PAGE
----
In Canada, people of visible minorities are less likely to use hospital or cancer screening services than non-minorities despite the public health-care systems . Studies on specific ethnic groups in Canada have found that both South Asian and Chinese immigrants have poorer health status due to negative personal attitudes toward using health services [6, 7]. These negative attitudes may extend to the use of genetic testing in health-care settings, especially in parental decisions for their child. There are currently no Canadian studies that address the differences in parental attitudes toward genetic testing among cultural groups.
Nephrotic syndrome is the most commonly diagnosed kidney disease in children with an incidence that is much higher among children of South Asian ancestry in Ontario . The disease is characterized by heavy proteinuria, hypoalbuminemia, and hyperlipidemia and is treated with steroids for initial therapy and relapses . Most respond to steroids and have a good prognosis with preserved renal function over the long term . About 10–20 % of cases, however, are steroid resistant and have a much poorer prognosis, often progressing to end-stage renal disease and requiring dialysis or a kidney transplant within 10 years of diagnosis [11–13]. Genetic testing is often suggested in those with steroid resistant disease or biopsy-proven focal segmental glomerulosclerosis, and some advocate testing early in the disease course as steroid medications may be discontinued in the presence of genetically related disease [11, 14, 15]. This remains controversial as some children with underlying genetic disorders have completely responded to steroids .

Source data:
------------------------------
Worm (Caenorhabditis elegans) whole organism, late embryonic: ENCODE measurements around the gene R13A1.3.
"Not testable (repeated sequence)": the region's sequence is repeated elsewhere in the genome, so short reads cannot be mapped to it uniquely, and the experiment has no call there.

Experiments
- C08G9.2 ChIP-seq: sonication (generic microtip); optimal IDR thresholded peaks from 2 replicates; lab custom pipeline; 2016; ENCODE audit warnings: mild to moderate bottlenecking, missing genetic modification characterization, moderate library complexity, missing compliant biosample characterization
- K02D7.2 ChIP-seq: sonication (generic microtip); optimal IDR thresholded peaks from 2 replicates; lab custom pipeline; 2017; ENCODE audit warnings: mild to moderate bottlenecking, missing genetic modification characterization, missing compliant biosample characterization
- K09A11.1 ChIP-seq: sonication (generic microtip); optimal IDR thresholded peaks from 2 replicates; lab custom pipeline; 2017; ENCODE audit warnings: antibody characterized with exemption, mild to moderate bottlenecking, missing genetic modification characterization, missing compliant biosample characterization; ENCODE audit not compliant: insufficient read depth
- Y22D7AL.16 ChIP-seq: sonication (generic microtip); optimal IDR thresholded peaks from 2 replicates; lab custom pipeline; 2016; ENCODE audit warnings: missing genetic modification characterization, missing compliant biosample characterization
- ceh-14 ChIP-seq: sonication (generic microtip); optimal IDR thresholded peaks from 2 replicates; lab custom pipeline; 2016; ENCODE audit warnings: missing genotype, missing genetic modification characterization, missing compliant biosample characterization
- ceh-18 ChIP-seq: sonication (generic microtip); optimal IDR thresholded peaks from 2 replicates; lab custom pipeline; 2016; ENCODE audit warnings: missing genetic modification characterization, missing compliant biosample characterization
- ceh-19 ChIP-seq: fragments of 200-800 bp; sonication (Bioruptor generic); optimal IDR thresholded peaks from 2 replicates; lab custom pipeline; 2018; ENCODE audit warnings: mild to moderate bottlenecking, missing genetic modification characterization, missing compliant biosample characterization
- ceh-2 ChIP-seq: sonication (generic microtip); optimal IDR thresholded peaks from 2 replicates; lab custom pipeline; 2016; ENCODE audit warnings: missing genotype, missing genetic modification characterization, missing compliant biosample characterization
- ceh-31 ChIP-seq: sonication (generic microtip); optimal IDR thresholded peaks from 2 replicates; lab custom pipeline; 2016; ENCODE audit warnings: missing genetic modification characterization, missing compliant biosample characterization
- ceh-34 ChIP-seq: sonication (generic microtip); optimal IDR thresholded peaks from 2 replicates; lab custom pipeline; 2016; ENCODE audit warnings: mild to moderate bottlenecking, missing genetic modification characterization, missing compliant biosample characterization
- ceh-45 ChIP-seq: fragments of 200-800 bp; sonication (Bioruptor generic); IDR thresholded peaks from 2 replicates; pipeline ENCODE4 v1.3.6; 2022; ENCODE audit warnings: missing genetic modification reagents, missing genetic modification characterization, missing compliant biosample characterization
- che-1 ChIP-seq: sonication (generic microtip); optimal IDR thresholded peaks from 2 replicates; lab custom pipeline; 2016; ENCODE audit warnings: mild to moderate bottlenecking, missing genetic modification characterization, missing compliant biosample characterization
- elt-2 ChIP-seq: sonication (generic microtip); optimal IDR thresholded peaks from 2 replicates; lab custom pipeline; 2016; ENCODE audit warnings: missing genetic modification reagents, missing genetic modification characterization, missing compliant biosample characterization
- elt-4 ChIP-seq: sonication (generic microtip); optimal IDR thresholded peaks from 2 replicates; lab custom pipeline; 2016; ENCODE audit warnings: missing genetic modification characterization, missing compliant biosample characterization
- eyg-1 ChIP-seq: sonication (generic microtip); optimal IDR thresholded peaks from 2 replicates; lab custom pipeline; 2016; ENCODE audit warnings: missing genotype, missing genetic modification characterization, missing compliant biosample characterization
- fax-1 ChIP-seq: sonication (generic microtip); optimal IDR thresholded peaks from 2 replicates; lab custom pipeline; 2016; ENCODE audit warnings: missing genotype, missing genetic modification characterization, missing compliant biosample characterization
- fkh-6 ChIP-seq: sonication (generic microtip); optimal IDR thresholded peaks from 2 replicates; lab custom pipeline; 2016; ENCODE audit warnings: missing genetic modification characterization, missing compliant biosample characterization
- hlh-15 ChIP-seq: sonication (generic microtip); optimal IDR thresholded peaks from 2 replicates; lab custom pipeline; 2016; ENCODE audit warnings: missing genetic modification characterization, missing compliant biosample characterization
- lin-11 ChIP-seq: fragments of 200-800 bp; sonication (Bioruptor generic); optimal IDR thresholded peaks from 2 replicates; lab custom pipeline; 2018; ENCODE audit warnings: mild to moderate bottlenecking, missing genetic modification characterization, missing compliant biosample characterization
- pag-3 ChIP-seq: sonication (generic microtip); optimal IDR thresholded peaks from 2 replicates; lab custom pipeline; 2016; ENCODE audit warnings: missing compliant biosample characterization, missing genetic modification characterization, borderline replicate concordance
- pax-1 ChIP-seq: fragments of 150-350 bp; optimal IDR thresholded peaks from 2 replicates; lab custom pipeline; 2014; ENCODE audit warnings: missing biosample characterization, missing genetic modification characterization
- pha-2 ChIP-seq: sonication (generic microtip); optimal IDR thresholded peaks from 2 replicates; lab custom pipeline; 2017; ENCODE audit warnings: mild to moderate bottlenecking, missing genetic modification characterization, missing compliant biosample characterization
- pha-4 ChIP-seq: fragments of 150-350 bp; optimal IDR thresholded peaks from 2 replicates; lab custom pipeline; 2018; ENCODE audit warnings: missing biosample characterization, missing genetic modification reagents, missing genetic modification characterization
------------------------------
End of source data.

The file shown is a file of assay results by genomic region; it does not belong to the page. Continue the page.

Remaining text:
In an established cohort study, we asked parents about their interest in testing their child with nephrotic syndrome for a single gene associated with disease response and/or progression of kidney disease. Our objective was to determine whether ethnicity and immigration influences parental decisions toward clinical genetic testing. As genetic discovery advances, genetic testing is becoming more accessible and increasingly recommended in clinical care for nephrotic syndrome and many other diseases. Understanding the concerns and opinions of parents toward genetic testing will allow health professionals to better facilitate clinical decision-making.
Study population and design